Hurricane Irma’s deadly and destructive march through Florida and parts of the Southeast caused massive floods around South Carolina, along with tornado and wind damage, and left thousands of people without power.
The storm also claimed the lives of four people in the state, including a City of Columbia employee who was in a car accident while responding to a report of a downed tree, and an Upstate man who was killed by a falling tree limb while checking on storm damage.
Irma’s storm surge, which hit at high tide along the coast, sent flood waters surging through downtown Charleston and into communities all around Charleston County. Waves from the Charleston harbor crashed over the Battery’s seawall, extending the ocean’s territory through White Park Garden, past the area’s famous Rainbow Row, and across the peninsular.
Hospitals in downtown Charleston were surrounded by flooding, and workers told stories of having to trudge through chest-deep storm waters, contaminated by debris, to reach their cars.
Hilton Head Island and Beaufort in the Lowcountry were also hit hard by the storm. That area just spent much of the past year recovering from flood and wind damage left behind by 2016’s Hurricane Matthew, only to see more destruction brought by Irma.
For the second year in a row, the St. Francis Center on St. Helena Island in Beaufort County took a hit because of a hurricane.
While the main buildings were spared, flood waters inundated the storage sheds that hold donated furniture and household goods, said Sister Canice Adams of the Sisters of Sts. Cyril and Methodius, who run the outreach center.
The furniture is sold in the center’s thrift store and proceeds from sales help people in the community with home repairs.
“We have three feet of water in one shed and two feet in the other, and the furniture, worth thousands of dollars, is ruined,” Sister Canice said. “The money we get from selling it is used to purchase materials so people can fix their homes, and now that outreach is going to suffer.”
Since St. Helena Island and surrounding communities were part of the area that took the biggest hit from Irma, Sister Canice said area residents will likely need the outreach’s home repair services even more after the storm. Many people on the island live in mobile homes, which is the most vulnerable housing in a hurricane. After Hurricane Matthew, the St. Francis Center helped more than 200 families with home repairs and other needs.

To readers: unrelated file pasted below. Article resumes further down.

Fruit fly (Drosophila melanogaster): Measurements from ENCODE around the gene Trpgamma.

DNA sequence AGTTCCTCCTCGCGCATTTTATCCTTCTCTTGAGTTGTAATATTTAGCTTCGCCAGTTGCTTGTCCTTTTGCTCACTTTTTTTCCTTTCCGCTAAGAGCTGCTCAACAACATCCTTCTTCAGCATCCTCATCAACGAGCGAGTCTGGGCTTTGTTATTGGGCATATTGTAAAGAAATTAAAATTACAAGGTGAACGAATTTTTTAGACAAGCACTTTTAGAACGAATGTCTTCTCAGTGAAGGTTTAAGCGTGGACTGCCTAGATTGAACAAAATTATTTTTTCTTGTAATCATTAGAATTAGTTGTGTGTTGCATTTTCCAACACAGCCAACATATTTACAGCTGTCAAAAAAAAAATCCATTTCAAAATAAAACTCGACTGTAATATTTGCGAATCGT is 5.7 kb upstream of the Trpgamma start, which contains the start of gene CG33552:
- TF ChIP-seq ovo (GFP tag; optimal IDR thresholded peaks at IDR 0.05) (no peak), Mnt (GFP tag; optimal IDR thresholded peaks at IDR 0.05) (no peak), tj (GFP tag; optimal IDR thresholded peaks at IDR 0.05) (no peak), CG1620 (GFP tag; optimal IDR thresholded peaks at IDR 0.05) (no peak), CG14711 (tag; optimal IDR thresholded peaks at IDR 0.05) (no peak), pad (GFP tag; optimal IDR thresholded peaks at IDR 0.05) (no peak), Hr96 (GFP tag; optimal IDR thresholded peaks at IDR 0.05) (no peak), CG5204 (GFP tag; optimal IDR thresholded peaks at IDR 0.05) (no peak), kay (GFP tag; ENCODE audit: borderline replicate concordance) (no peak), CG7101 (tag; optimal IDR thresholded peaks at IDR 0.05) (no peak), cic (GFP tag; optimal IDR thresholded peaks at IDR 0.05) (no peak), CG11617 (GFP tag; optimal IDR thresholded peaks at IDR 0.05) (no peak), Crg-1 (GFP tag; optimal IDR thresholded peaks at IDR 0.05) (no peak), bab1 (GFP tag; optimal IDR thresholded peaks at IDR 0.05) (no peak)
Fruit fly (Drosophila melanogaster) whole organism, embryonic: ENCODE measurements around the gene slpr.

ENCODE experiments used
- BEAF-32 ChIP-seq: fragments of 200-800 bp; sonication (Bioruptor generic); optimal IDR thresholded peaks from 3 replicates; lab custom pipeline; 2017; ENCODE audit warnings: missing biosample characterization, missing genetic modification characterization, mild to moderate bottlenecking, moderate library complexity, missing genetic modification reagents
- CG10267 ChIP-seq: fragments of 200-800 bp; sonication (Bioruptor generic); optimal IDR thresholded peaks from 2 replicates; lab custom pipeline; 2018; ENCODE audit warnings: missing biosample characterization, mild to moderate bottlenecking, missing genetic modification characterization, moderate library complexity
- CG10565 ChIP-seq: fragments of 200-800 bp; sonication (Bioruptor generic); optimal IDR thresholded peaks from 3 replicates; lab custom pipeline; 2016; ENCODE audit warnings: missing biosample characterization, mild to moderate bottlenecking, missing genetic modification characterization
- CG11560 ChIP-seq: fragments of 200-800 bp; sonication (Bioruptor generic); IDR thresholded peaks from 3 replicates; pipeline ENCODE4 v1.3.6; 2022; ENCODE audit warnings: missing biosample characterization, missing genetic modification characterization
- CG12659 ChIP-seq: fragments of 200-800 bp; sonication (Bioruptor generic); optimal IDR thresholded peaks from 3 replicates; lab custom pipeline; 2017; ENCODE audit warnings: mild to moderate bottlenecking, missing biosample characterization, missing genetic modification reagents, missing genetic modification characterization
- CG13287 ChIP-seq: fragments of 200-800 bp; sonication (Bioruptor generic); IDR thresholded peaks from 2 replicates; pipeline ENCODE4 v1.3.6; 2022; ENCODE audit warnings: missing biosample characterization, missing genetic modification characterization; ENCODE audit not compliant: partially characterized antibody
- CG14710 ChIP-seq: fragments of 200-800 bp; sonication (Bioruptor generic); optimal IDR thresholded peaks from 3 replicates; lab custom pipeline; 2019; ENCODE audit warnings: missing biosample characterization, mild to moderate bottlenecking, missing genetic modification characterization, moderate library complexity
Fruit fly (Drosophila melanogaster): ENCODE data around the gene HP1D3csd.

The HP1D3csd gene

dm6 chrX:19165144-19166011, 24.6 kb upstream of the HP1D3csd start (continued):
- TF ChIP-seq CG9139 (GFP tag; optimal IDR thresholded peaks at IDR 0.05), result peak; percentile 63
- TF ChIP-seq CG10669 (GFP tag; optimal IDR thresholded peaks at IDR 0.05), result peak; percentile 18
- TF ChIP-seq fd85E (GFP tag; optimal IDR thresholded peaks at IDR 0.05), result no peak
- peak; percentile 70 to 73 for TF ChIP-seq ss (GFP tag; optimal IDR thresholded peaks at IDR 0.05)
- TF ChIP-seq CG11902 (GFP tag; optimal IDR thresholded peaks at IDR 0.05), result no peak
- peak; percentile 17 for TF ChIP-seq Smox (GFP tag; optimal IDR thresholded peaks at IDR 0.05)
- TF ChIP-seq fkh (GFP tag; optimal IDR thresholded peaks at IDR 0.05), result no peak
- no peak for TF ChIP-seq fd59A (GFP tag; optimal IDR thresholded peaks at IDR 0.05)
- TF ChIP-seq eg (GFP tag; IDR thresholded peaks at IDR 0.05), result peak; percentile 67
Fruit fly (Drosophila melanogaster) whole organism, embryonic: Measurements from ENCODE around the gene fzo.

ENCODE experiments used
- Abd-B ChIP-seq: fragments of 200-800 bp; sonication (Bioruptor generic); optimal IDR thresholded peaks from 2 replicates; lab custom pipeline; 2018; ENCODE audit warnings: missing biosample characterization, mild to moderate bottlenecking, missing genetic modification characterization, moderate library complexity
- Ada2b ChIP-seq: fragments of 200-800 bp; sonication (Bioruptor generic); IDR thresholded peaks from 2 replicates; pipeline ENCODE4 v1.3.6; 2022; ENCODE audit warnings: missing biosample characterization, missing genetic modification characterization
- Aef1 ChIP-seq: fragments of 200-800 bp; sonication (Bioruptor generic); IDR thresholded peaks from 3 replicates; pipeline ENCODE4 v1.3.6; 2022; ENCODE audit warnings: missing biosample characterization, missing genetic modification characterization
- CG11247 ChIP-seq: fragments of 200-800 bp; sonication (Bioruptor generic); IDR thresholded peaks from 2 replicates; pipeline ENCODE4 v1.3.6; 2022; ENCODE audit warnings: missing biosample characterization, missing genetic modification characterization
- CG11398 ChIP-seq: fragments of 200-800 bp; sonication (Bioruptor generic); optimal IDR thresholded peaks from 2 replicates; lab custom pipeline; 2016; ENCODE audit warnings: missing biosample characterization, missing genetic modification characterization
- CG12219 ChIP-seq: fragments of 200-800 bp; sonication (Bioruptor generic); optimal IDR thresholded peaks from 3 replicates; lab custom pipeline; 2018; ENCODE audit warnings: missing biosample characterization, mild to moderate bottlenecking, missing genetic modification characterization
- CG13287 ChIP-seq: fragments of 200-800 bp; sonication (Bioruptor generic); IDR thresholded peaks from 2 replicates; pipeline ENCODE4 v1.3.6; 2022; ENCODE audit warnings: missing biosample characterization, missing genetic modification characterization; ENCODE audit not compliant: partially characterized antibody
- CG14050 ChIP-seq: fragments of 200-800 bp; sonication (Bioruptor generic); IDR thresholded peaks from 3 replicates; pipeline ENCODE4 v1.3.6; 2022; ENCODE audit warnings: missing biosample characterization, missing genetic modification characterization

Elsewhere in the Diocese of Charleston, Irma’s impact was not as severe as some had feared it would be.
Workers from Catholic Charities statewide had been on standby since Sept. 7, monitoring Irma’s path and ready to assist with food, water, housing and other needs. Thankfully, their help had not been required as of Sept. 13.
“We have not seen any large damage or unmet needs in the communities we serve,” said Kelly Kaminski, director of disaster services for Catholic Charities and regional coordinator for the agency in the Pee Dee. Kaminski said workers will spend the rest of the week canvassing areas around the state to see if anyone affected by Irma needs their help.
“Right now we are grateful the storm moved west and we will continue to be vigilant for any future hurricanes, as the season is not over yet,” Kaminski said.
So far, no parishes or schools have reported any extensive damage from the storm, according to Eric H. Meister, Catholic Mutual’s claims risk manager for the Diocese of Charleston. The Pastoral Center on Orange Grove Road and offices on Broad Street in downtown Charleston reported only minor water intrusion and no serious damage. He said the only parish to report damage so far was Stella Maris Church on Sullivan’s Island, where about six inches of water flooded the church and the rectory.
Meister said on Wednesday that it was early in the cleanup process after Irma and it was possible that Catholic Mutual will hear from other properties with storm-related damage in the coming days.
Top photo, Miscellany/Kelly Hargett: Cars at Middleton Cove Apartments located along the Ashley River in Charleston are flooded by storm tides from Hurricane Irma on Sept. 11.